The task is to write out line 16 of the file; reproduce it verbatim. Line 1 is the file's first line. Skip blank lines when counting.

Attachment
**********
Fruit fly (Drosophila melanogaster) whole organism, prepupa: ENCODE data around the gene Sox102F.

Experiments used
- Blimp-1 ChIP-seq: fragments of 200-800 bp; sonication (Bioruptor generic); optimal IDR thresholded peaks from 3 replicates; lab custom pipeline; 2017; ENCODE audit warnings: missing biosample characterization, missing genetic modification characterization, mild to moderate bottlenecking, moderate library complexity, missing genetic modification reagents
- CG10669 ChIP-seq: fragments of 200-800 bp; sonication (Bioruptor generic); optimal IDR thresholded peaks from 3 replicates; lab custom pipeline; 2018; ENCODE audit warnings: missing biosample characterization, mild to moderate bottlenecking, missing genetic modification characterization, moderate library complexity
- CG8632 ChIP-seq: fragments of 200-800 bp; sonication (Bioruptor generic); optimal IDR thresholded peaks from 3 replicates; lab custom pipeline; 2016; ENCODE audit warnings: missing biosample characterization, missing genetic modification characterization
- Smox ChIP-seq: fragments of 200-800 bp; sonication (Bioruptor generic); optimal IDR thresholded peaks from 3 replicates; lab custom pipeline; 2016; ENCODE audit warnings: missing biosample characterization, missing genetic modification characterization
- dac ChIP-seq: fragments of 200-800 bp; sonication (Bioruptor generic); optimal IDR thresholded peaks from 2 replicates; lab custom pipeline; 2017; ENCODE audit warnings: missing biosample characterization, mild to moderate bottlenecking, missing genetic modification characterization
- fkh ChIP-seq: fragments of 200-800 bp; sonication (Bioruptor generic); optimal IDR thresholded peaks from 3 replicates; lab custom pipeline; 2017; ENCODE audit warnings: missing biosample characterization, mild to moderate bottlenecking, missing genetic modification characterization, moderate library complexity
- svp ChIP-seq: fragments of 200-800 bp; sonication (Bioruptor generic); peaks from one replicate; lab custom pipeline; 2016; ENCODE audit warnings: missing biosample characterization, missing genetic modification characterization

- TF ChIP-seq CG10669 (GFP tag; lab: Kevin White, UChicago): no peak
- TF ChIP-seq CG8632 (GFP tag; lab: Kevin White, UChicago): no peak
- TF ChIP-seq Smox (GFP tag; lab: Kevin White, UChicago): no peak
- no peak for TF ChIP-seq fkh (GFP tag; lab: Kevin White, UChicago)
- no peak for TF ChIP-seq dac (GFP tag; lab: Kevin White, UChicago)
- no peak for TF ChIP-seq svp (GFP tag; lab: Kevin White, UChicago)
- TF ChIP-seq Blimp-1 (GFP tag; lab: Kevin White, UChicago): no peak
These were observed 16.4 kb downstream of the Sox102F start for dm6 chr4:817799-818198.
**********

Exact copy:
- TF ChIP-seq Blimp-1 (GFP tag; lab: Kevin White, UChicago): no peak